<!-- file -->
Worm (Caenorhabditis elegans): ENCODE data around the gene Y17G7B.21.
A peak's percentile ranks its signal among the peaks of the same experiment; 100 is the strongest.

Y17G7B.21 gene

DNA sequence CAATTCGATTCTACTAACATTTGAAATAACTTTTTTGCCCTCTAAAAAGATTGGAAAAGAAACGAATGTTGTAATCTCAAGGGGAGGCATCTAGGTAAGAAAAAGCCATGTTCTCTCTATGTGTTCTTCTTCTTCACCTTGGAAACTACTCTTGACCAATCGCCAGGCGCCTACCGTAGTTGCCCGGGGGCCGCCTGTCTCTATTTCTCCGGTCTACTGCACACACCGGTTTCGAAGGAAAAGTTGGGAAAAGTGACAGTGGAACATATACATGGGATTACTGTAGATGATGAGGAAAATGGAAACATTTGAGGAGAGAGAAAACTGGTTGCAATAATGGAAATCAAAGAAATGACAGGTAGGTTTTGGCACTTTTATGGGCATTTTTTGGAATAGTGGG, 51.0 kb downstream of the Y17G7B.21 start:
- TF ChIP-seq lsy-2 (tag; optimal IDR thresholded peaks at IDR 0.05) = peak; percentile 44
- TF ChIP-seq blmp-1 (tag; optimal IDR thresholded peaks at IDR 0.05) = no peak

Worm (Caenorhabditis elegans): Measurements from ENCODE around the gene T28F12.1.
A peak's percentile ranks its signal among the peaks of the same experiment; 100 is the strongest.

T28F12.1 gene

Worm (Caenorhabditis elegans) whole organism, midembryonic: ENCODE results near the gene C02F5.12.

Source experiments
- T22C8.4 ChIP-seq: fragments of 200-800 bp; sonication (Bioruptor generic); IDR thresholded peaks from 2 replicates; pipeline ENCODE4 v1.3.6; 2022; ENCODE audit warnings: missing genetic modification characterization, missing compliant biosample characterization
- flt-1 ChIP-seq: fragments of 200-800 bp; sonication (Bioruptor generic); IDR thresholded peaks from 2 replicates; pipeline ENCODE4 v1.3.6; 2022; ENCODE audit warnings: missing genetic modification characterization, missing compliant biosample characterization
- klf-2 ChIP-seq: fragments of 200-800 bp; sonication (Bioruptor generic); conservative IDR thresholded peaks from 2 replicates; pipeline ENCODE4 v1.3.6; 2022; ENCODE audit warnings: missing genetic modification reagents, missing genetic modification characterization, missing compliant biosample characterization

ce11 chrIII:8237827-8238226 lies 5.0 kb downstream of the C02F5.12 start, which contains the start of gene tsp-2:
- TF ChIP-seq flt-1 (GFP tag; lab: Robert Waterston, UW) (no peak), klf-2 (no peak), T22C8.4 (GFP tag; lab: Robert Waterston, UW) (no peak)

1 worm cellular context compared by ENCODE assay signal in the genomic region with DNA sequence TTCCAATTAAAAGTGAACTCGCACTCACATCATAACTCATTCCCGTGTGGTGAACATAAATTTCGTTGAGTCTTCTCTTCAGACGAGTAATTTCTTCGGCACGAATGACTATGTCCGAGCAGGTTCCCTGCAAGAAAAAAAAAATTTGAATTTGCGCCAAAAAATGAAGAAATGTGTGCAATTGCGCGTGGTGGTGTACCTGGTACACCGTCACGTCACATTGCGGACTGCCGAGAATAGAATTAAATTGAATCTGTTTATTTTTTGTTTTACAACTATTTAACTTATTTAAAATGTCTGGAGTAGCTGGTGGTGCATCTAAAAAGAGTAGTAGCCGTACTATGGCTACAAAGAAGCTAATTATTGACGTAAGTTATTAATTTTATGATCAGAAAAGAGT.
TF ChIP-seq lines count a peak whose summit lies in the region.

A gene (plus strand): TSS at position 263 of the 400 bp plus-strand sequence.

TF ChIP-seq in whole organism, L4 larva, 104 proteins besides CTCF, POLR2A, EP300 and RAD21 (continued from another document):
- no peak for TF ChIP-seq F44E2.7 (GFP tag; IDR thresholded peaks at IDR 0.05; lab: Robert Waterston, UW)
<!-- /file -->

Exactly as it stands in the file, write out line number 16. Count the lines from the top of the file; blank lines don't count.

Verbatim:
- TF ChIP-seq flt-1 (GFP tag; lab: Robert Waterston, UW) (no peak), klf-2 (no peak), T22C8.4 (GFP tag; lab: Robert Waterston, UW) (no peak)